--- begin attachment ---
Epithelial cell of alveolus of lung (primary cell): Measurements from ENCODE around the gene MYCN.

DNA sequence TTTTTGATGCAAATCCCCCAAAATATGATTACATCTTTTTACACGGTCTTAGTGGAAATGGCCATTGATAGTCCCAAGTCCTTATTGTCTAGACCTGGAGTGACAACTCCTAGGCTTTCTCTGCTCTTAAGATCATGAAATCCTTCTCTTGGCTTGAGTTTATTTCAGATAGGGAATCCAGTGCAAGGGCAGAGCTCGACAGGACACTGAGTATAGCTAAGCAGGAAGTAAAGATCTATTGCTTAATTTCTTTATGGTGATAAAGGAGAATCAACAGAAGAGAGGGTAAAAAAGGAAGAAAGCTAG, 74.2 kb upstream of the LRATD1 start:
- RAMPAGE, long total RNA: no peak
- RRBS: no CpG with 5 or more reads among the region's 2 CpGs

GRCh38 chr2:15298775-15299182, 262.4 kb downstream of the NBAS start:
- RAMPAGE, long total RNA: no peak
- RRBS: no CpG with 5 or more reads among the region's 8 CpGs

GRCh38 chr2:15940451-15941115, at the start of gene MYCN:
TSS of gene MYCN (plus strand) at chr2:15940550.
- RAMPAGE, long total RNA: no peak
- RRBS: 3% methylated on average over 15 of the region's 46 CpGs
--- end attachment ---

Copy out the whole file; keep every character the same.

Epithelial cell of alveolus of lung (primary cell): Measurements from ENCODE around the gene MYCN.

DNA sequence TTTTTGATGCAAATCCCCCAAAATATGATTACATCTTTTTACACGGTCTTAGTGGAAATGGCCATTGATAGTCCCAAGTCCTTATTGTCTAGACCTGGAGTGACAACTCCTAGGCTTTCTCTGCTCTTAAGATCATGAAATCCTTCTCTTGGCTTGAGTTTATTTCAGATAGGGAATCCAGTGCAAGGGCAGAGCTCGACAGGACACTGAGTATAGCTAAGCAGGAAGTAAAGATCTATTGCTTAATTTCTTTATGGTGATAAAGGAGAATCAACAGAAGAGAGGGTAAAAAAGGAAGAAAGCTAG, 74.2 kb upstream of the LRATD1 start:
- RAMPAGE, long total RNA: no peak
- RRBS: no CpG with 5 or more reads among the region's 2 CpGs

GRCh38 chr2:15298775-15299182, 262.4 kb downstream of the NBAS start:
- RAMPAGE, long total RNA: no peak
- RRBS: no CpG with 5 or more reads among the region's 8 CpGs

GRCh38 chr2:15940451-15941115, at the start of gene MYCN:
TSS of gene MYCN (plus strand) at chr2:15940550.
- RAMPAGE, long total RNA: no peak
- RRBS: 3% methylated on average over 15 of the region's 46 CpGs